Cambrian seas teemed with animals of various sizes, shapes, and ecologies. Strategies for obtaining nutrients expanded to include suspension feeding (filtering particles of food out of the water), deposit feeding (gathering particles of food that settled on the sea floor), predation (actively capturing and devouring other animals), scavenging (finding and eating dead organisms), and grazing (munching algae and microbial mats). Some lived on or in the sea floor (benthic), while others (including Opabinia regalis) actively swam in the water column, but were still dependent on the benthos for foraging (nektobenthic). The rapid appearance of such a wide variety of animals during the Cambrian Explosion led to the development of radical new ecological interactions. As the number and variety of organisms increased, they occupied a variety of newly created marine environments and habitats.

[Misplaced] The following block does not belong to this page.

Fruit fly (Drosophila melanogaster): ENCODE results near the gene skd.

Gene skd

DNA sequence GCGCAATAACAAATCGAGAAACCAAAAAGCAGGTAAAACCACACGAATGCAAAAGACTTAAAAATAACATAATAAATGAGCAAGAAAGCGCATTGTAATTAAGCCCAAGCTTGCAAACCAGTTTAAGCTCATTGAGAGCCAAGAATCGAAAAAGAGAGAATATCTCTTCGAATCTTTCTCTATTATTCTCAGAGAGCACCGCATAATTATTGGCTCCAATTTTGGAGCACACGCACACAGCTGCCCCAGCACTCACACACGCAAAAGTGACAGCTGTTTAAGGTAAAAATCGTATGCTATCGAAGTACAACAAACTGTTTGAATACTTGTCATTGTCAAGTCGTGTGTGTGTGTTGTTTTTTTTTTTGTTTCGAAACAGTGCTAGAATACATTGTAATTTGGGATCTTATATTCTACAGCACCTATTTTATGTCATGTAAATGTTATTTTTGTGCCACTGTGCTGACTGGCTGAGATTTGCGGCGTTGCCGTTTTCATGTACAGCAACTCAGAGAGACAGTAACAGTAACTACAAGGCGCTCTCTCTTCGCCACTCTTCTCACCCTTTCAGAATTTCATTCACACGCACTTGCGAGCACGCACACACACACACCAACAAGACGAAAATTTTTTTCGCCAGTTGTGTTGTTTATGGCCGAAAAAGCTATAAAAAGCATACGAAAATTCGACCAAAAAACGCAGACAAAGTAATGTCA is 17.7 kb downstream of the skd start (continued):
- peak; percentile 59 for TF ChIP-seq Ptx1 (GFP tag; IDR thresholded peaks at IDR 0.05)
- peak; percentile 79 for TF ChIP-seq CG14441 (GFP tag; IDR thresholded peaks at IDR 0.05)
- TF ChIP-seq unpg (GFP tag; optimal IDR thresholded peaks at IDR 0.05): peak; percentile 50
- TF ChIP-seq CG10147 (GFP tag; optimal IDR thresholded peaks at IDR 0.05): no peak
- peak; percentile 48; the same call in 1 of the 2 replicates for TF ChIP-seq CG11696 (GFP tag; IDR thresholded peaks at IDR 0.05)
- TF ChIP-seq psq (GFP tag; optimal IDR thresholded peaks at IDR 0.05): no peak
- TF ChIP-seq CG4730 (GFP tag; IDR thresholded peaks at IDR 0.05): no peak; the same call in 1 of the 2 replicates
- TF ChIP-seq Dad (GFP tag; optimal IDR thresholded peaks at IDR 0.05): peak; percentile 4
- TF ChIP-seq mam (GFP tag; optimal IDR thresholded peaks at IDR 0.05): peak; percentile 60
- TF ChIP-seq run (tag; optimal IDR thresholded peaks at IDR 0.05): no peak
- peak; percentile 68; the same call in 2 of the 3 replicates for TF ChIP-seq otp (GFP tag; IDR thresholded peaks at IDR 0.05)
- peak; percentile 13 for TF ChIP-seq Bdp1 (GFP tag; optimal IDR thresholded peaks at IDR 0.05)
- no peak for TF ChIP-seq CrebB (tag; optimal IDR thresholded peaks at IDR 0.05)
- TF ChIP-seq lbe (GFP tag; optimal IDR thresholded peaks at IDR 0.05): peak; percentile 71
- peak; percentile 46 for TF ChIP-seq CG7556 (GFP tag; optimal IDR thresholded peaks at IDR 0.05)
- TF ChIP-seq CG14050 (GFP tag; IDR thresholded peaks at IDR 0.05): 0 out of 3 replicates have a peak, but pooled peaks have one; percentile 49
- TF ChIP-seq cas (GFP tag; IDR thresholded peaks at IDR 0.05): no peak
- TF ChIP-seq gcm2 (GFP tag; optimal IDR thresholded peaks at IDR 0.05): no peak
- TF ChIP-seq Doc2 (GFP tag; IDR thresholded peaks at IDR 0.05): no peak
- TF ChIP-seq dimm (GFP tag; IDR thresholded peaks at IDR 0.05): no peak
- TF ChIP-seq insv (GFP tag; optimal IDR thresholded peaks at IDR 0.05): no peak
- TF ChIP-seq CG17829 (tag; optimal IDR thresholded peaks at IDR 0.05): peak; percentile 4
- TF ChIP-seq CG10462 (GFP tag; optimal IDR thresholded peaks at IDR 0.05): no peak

New ecological niches (particular spaces in an ecosystem) would have been created by the organisms interacting with their environment. Moving into previously-unexploited environments would have allowed even a poorly-adapted animal to survive, perhaps with one of the more "exotic" body plans. For example, the emergence of predators like Opabinia might have stimulated the evolution of hardened exteriors for protection, or swimming as a means of escape. Before predation became widespread, early "experiments" in different body plans could have briefly thrived because species interactions were probably more limited.